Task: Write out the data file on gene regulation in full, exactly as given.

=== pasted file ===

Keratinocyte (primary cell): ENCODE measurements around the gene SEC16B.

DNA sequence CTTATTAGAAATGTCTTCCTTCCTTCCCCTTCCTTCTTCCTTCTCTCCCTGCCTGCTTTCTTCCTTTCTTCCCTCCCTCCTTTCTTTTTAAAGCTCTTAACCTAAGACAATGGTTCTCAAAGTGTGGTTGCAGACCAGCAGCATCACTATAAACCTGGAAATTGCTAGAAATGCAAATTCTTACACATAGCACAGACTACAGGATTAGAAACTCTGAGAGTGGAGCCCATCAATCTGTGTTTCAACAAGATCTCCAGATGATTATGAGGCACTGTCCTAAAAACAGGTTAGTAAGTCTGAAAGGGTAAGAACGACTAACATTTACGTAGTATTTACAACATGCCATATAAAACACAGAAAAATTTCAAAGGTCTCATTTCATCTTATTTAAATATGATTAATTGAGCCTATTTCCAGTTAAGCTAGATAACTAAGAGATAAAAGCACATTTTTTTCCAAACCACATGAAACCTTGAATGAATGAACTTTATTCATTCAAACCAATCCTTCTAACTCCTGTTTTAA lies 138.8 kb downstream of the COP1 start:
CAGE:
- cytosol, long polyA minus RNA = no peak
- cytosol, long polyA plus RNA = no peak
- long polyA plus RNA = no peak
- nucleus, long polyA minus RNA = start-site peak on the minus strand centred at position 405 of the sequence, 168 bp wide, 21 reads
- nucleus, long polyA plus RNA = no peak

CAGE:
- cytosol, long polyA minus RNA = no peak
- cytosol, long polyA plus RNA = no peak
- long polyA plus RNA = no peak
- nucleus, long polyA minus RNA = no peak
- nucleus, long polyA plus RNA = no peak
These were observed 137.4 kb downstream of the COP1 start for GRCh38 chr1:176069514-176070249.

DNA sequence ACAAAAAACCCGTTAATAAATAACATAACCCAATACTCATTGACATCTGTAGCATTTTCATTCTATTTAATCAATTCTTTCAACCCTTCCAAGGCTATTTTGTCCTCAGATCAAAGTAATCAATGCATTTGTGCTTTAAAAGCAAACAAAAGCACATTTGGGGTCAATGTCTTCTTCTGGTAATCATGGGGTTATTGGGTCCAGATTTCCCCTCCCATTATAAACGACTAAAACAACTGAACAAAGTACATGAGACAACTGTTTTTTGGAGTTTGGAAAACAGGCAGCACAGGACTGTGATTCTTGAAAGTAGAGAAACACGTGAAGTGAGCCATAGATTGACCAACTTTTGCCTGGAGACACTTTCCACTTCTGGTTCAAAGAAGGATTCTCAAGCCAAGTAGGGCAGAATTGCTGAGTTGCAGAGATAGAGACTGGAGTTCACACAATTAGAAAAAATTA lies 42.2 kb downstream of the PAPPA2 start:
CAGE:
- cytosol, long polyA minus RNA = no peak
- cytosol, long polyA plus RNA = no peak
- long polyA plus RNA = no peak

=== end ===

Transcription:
Keratinocyte (primary cell): ENCODE measurements around the gene SEC16B.

DNA sequence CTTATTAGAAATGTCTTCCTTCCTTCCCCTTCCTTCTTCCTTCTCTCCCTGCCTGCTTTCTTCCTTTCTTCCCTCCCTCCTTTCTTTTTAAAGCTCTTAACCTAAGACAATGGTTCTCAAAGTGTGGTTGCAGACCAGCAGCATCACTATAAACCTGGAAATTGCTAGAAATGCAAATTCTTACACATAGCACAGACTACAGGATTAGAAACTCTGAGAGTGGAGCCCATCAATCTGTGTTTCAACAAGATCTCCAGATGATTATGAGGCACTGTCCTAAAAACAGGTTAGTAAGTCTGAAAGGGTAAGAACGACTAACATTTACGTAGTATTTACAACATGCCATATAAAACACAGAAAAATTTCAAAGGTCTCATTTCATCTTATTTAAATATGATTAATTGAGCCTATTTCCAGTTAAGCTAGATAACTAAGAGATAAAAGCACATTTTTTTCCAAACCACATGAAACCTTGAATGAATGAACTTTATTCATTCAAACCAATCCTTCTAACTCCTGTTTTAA lies 138.8 kb downstream of the COP1 start:
CAGE:
- cytosol, long polyA minus RNA = no peak
- cytosol, long polyA plus RNA = no peak
- long polyA plus RNA = no peak
- nucleus, long polyA minus RNA = start-site peak on the minus strand centred at position 405 of the sequence, 168 bp wide, 21 reads
- nucleus, long polyA plus RNA = no peak

CAGE:
- cytosol, long polyA minus RNA = no peak
- cytosol, long polyA plus RNA = no peak
- long polyA plus RNA = no peak
- nucleus, long polyA minus RNA = no peak
- nucleus, long polyA plus RNA = no peak
These were observed 137.4 kb downstream of the COP1 start for GRCh38 chr1:176069514-176070249.

DNA sequence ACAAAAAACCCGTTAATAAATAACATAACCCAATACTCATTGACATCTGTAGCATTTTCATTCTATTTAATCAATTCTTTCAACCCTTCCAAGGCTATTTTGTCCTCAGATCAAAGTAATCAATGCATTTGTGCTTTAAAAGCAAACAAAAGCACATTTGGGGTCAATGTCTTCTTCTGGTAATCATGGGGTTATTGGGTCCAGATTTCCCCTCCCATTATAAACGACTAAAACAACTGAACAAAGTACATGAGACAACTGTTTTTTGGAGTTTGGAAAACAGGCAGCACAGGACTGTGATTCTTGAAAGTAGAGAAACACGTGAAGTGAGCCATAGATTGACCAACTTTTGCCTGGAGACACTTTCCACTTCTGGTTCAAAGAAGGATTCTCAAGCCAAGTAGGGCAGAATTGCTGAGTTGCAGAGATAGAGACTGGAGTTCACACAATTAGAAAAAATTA lies 42.2 kb downstream of the PAPPA2 start:
CAGE:
- cytosol, long polyA minus RNA = no peak
- cytosol, long polyA plus RNA = no peak
- long polyA plus RNA = no peak